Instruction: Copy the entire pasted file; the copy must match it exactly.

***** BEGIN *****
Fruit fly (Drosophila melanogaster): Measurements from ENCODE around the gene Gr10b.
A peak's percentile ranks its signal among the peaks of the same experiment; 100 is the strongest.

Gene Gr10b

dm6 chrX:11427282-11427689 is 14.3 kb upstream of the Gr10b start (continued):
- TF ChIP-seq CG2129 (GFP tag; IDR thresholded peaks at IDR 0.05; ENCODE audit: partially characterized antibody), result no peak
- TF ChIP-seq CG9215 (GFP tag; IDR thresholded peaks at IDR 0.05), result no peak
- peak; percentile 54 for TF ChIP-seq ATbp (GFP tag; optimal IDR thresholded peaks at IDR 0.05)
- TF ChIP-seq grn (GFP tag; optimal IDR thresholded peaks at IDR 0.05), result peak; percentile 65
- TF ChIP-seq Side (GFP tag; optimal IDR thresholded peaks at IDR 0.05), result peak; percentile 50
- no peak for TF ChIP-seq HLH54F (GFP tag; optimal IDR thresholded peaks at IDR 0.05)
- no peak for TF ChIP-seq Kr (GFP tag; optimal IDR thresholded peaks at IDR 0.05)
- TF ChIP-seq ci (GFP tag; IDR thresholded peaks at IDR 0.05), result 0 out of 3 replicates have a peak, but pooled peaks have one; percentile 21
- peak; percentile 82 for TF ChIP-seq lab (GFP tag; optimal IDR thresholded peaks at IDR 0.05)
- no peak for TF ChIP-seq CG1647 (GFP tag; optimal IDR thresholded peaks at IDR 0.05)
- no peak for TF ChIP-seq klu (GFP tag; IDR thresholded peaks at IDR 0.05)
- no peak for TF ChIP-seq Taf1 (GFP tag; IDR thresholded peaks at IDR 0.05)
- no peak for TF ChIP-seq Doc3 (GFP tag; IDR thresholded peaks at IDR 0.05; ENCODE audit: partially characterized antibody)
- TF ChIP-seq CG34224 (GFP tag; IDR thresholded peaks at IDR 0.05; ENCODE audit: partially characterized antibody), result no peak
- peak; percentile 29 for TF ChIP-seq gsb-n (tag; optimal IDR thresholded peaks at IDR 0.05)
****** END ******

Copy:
Fruit fly (Drosophila melanogaster): Measurements from ENCODE around the gene Gr10b.
A peak's percentile ranks its signal among the peaks of the same experiment; 100 is the strongest.

Gene Gr10b

dm6 chrX:11427282-11427689 is 14.3 kb upstream of the Gr10b start (continued):
- TF ChIP-seq CG2129 (GFP tag; IDR thresholded peaks at IDR 0.05; ENCODE audit: partially characterized antibody), result no peak
- TF ChIP-seq CG9215 (GFP tag; IDR thresholded peaks at IDR 0.05), result no peak
- peak; percentile 54 for TF ChIP-seq ATbp (GFP tag; optimal IDR thresholded peaks at IDR 0.05)
- TF ChIP-seq grn (GFP tag; optimal IDR thresholded peaks at IDR 0.05), result peak; percentile 65
- TF ChIP-seq Side (GFP tag; optimal IDR thresholded peaks at IDR 0.05), result peak; percentile 50
- no peak for TF ChIP-seq HLH54F (GFP tag; optimal IDR thresholded peaks at IDR 0.05)
- no peak for TF ChIP-seq Kr (GFP tag; optimal IDR thresholded peaks at IDR 0.05)
- TF ChIP-seq ci (GFP tag; IDR thresholded peaks at IDR 0.05), result 0 out of 3 replicates have a peak, but pooled peaks have one; percentile 21
- peak; percentile 82 for TF ChIP-seq lab (GFP tag; optimal IDR thresholded peaks at IDR 0.05)
- no peak for TF ChIP-seq CG1647 (GFP tag; optimal IDR thresholded peaks at IDR 0.05)
- no peak for TF ChIP-seq klu (GFP tag; IDR thresholded peaks at IDR 0.05)
- no peak for TF ChIP-seq Taf1 (GFP tag; IDR thresholded peaks at IDR 0.05)
- no peak for TF ChIP-seq Doc3 (GFP tag; IDR thresholded peaks at IDR 0.05; ENCODE audit: partially characterized antibody)
- TF ChIP-seq CG34224 (GFP tag; IDR thresholded peaks at IDR 0.05; ENCODE audit: partially characterized antibody), result no peak
- peak; percentile 29 for TF ChIP-seq gsb-n (tag; optimal IDR thresholded peaks at IDR 0.05)